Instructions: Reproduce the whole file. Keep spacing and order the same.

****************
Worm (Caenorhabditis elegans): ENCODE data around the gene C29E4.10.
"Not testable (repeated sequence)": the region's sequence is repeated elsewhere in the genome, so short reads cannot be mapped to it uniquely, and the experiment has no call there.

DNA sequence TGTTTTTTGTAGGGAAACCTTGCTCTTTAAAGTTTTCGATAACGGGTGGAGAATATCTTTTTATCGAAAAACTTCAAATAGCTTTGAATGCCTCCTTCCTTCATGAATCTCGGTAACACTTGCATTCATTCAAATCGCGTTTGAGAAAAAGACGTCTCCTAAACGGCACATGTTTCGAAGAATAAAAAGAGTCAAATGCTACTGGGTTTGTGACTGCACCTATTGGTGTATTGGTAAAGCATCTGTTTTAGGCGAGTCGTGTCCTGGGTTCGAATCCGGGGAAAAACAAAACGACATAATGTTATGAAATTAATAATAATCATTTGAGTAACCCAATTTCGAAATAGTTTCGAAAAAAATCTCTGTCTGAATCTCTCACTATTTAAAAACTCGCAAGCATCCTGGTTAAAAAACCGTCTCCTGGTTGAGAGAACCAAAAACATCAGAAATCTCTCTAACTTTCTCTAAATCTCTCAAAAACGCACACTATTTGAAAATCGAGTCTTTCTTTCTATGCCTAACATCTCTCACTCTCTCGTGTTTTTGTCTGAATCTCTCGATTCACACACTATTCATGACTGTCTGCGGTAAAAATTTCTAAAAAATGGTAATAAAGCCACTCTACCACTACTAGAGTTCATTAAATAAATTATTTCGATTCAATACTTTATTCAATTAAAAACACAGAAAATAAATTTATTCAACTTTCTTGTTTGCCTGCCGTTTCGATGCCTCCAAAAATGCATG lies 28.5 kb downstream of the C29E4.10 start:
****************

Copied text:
Worm (Caenorhabditis elegans): ENCODE data around the gene C29E4.10.
"Not testable (repeated sequence)": the region's sequence is repeated elsewhere in the genome, so short reads cannot be mapped to it uniquely, and the experiment has no call there.

DNA sequence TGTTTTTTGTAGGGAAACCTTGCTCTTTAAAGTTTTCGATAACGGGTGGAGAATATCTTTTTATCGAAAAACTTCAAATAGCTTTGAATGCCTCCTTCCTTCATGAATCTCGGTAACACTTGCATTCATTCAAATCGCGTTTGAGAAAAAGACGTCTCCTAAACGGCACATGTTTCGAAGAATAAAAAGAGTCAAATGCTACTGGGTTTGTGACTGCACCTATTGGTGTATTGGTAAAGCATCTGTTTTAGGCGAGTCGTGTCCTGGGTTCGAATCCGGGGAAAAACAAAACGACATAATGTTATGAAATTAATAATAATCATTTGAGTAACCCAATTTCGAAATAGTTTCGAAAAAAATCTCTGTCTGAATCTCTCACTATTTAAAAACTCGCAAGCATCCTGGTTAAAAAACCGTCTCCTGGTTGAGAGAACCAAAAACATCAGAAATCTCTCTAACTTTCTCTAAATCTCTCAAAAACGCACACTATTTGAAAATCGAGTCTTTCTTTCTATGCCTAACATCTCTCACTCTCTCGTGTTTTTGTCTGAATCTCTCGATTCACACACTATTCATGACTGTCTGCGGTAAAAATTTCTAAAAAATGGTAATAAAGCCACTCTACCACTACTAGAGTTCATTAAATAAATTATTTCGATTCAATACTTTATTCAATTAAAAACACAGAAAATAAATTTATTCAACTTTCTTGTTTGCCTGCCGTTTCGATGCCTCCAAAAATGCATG lies 28.5 kb downstream of the C29E4.10 start: